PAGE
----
And in fresh numbers number all your graces,
The age to come would say ‘This poet lies:
Such heavenly touches ne’er touch’d earthly faces.’
So should my papers yellow’d with their age
Be scorn’d like old men of less truth than tongue,
And your true rights be term’d a poet’s rage
And stretched metre of an antique song:
But were some child of yours alive that time,
You should live twice; in it and in my rhyme.

Source: Shakespeare’s Sonnets. Photo by the Russian Reader

Sonnet 12

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When I do count the clock that tells the time,
And see the brave day sunk in hideous night;
When I behold the violet past prime,
And sable curls all silver’d o’er with white;
When lofty trees I see barren of leaves
Which erst from heat did canopy the herd,
And summer’s green all girded up in sheaves
Borne on the bier with white and bristly beard,
Then of thy beauty do I question make,
That thou among the wastes of time must go,
Since sweets and beauties do themselves forsake
And die as fast as they see others grow;
And nothing ‘gainst Time’s scythe can make defence
Save breed, to brave him when he takes thee hence.

Source: Poetry Foundation. Photo by the Russian Reader

Sonnet 6

Then let not winter’s ragged hand deface
In thee thy summer, ere thou be distill’d:
Make sweet some vial; treasure thou some place
With beauty’s treasure, ere it be self-kill’d.
That use is not forbidden usury,
Which happies those that pay the willing loan;
That’s for thyself to breed another thee,
Or ten times happier, be it ten for one;
Ten times thyself were happier than thou art,
If ten of thine ten times refigured thee:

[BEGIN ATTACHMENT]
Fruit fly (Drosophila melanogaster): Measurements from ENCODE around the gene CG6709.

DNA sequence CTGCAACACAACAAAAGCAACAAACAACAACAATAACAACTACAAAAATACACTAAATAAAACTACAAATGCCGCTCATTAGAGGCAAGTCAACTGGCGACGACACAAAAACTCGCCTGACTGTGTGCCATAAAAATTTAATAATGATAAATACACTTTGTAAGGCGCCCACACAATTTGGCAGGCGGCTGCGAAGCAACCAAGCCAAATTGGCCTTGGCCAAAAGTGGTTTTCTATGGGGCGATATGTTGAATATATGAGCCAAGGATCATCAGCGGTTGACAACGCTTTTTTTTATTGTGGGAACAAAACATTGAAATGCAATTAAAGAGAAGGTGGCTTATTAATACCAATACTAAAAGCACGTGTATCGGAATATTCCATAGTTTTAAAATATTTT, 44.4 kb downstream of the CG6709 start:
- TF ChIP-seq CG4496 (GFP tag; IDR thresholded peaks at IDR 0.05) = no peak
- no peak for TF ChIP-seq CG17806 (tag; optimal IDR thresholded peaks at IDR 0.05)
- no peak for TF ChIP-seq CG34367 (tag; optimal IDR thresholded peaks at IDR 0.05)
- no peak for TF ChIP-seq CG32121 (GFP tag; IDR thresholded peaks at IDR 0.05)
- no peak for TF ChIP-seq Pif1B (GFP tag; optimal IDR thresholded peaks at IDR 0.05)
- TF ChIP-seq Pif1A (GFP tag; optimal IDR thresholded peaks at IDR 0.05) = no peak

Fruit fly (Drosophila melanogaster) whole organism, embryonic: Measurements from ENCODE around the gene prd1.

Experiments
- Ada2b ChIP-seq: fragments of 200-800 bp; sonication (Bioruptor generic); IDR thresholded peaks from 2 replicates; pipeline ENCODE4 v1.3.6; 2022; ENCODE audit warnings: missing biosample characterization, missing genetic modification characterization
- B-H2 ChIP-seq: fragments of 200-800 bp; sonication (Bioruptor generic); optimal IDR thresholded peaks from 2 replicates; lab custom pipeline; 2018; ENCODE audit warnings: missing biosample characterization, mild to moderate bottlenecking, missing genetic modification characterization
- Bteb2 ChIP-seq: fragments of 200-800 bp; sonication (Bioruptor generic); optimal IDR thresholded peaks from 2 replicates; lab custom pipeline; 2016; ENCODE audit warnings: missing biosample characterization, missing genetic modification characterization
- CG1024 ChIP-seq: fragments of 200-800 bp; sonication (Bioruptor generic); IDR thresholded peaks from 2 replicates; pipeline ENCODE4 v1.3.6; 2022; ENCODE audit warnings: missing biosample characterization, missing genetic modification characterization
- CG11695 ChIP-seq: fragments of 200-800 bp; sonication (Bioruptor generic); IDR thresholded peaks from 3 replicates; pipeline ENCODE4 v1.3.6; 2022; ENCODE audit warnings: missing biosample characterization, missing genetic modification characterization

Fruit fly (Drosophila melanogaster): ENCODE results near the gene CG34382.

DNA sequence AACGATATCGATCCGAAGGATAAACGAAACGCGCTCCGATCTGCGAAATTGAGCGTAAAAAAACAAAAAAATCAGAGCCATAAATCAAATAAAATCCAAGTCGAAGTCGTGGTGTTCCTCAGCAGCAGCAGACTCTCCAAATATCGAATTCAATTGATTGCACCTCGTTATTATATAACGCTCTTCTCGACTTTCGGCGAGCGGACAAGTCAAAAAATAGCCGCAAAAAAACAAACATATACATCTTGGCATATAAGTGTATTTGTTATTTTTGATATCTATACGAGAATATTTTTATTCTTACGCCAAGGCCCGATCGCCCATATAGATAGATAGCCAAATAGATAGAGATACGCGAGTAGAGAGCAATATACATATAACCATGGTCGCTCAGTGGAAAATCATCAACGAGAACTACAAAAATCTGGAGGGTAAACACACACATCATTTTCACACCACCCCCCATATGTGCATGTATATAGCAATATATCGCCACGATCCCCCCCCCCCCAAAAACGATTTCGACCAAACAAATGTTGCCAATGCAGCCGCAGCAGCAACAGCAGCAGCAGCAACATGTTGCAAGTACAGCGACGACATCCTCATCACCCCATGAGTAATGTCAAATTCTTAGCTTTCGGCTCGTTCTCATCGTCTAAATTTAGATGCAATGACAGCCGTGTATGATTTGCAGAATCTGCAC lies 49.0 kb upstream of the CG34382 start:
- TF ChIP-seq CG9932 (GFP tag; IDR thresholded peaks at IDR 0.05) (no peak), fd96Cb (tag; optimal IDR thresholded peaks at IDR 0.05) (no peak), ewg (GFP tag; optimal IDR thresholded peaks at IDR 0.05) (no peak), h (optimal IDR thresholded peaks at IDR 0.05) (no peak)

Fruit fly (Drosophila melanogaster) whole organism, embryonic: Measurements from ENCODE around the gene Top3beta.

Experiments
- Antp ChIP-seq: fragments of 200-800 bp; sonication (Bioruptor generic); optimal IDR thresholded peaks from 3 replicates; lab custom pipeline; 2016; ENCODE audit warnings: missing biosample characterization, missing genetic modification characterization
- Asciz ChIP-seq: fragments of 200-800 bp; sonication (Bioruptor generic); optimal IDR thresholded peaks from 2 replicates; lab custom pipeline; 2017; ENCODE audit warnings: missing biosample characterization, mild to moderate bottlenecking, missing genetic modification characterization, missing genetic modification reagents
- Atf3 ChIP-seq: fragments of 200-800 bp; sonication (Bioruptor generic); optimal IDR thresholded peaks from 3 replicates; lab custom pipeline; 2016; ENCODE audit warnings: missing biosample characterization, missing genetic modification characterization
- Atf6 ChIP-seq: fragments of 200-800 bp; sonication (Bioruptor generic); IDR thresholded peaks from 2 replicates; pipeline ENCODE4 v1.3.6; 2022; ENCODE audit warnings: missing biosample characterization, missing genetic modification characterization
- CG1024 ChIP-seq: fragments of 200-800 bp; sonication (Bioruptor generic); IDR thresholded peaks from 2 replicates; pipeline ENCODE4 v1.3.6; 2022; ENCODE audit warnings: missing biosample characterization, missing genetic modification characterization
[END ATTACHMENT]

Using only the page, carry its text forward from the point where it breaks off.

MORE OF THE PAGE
Then what could death do, if thou shouldst depart,
Leaving thee living in posterity?
Be not self-will’d, for thou art much too fair
To be death’s conquest and make worms thine heir.

Source: Shakespeare Online. Photo by the Russian Reader

Sonnet 3 (“The President of Russia”)

the president of all the russias

Look in thy glass, and tell the face thou viewest
Now is the time that face should form another;
Whose fresh repair if now thou not renewest,
Thou dost beguile the world, unbless some mother.
For where is she so fair whose unear’d womb
Disdains the tillage of thy husbandry?
Or who is he so fond will be the tomb
Of his self-love, to stop posterity?
Thou art thy mother’s glass, and she in thee
Calls back the lovely April of her prime:
So thou through windows of thine age shall see
Despite of wrinkles this thy golden time.
But if thou live, remember’d not to be,
Die single, and thine image dies with thee.

Source: Poetry Foundation. Image: Scan of refrigerator magnet “The President of Russia” (actual dimensions: 5.5 cm x 8 cm). The magnet was purchased for ₽39 (approx. €0.56) at Bukvoyed Bookstore, 10/118 Ligovsky Prospect, Petersburg, on February 8, 2018.

Good Morning!

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Jurgis Baltrušaitis
Black Sun (1908)

Life is frittered away in anguish and shock,
Its way unbound.
Each moment, like a step towards the chopping block,
Makes the chest pound.

The brighter the day, the darker the strife,
The duller the hour.
As in the past, the minute tells lie after lie
O’er and o’er.

My home, my abode is the peopleless vast
of earthly fields,
Where my rebellious soul is aghast
And weeps like a child.

In the moon’s hour, like a raven on a grave,
I go wan.
Having seen through life’s deceit, I anticipate
Oblivion.

Source: World Art. Photo and translation by the Russian Reader